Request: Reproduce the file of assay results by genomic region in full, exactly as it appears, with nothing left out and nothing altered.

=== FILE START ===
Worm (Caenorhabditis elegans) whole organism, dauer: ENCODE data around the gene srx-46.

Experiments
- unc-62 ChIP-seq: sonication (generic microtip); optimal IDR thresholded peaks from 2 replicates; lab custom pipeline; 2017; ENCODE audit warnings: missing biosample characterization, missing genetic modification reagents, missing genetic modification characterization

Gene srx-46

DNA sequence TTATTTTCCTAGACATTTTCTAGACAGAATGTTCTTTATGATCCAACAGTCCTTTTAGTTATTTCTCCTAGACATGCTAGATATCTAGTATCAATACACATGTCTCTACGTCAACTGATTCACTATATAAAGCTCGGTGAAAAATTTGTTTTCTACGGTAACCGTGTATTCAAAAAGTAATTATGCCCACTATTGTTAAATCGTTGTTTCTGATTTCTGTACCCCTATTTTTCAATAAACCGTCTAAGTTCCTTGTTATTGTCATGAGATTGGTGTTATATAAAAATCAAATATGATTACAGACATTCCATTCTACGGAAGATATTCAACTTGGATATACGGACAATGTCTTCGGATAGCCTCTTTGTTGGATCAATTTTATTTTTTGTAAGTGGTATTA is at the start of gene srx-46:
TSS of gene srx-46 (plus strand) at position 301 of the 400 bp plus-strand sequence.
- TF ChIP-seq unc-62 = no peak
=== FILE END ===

Worm (Caenorhabditis elegans) whole organism, dauer: ENCODE data around the gene srx-46.

Experiments
- unc-62 ChIP-seq: sonication (generic microtip); optimal IDR thresholded peaks from 2 replicates; lab custom pipeline; 2017; ENCODE audit warnings: missing biosample characterization, missing genetic modification reagents, missing genetic modification characterization

Gene srx-46

DNA sequence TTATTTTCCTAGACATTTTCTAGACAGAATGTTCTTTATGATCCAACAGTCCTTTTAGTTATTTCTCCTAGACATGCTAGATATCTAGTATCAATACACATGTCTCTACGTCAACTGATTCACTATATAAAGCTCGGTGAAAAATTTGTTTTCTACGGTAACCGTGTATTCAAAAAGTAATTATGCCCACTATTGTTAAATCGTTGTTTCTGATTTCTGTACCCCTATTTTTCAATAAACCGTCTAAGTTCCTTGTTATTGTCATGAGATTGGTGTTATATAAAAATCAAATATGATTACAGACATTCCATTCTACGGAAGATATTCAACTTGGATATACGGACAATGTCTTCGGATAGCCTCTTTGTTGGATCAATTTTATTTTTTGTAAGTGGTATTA is at the start of gene srx-46:
TSS of gene srx-46 (plus strand) at position 301 of the 400 bp plus-strand sequence.
- TF ChIP-seq unc-62 = no peak